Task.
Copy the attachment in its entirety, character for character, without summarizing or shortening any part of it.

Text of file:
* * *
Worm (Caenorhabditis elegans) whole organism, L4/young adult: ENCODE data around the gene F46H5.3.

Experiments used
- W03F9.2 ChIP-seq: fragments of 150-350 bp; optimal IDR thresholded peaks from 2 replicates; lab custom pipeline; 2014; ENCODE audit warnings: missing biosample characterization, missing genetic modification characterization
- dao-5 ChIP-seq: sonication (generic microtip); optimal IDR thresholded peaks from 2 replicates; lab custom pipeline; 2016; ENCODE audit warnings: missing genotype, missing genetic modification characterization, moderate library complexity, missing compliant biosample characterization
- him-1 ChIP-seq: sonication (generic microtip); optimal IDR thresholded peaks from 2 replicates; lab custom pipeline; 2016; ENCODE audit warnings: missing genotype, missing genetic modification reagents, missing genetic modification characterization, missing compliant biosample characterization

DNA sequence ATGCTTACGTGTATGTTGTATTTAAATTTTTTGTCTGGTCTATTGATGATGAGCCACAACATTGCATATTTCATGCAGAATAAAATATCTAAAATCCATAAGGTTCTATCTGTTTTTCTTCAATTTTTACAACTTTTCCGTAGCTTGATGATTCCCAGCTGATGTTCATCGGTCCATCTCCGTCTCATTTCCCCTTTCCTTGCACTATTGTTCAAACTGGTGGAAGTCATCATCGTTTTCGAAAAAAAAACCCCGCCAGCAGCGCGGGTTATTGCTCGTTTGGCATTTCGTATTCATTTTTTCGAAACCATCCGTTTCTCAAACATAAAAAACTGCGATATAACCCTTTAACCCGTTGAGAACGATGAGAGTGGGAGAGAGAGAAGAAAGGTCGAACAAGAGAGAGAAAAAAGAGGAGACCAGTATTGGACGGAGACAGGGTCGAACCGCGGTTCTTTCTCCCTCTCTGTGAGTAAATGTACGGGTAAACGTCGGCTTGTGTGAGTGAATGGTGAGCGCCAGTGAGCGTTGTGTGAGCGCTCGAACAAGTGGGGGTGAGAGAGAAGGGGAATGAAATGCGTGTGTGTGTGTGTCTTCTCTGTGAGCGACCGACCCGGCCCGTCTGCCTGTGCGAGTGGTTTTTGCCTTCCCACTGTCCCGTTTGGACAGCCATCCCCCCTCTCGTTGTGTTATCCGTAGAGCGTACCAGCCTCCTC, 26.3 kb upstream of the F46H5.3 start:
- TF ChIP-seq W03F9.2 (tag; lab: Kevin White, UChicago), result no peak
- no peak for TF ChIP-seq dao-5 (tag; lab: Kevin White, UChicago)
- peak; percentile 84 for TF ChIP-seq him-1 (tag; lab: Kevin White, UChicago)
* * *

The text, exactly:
Worm (Caenorhabditis elegans) whole organism, L4/young adult: ENCODE data around the gene F46H5.3.

Experiments used
- W03F9.2 ChIP-seq: fragments of 150-350 bp; optimal IDR thresholded peaks from 2 replicates; lab custom pipeline; 2014; ENCODE audit warnings: missing biosample characterization, missing genetic modification characterization
- dao-5 ChIP-seq: sonication (generic microtip); optimal IDR thresholded peaks from 2 replicates; lab custom pipeline; 2016; ENCODE audit warnings: missing genotype, missing genetic modification characterization, moderate library complexity, missing compliant biosample characterization
- him-1 ChIP-seq: sonication (generic microtip); optimal IDR thresholded peaks from 2 replicates; lab custom pipeline; 2016; ENCODE audit warnings: missing genotype, missing genetic modification reagents, missing genetic modification characterization, missing compliant biosample characterization

DNA sequence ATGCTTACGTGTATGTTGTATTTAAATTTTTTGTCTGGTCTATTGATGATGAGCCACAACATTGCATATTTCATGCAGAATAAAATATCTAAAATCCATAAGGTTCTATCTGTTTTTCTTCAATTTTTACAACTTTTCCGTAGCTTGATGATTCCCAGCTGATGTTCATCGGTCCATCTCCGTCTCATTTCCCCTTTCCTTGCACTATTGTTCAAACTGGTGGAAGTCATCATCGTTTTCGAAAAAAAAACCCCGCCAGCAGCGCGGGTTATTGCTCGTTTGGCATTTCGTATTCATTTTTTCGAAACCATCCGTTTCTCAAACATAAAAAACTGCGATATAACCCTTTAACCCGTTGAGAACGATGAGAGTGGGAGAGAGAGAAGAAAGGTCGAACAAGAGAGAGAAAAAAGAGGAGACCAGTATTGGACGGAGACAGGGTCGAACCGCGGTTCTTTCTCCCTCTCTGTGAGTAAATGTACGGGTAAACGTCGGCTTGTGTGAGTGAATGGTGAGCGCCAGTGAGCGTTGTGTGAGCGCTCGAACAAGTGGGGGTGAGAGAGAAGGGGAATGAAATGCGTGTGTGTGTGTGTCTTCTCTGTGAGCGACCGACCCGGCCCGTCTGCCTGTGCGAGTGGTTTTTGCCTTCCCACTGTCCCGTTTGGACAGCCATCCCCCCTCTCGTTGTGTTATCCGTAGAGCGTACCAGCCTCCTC, 26.3 kb upstream of the F46H5.3 start:
- TF ChIP-seq W03F9.2 (tag; lab: Kevin White, UChicago), result no peak
- no peak for TF ChIP-seq dao-5 (tag; lab: Kevin White, UChicago)
- peak; percentile 84 for TF ChIP-seq him-1 (tag; lab: Kevin White, UChicago)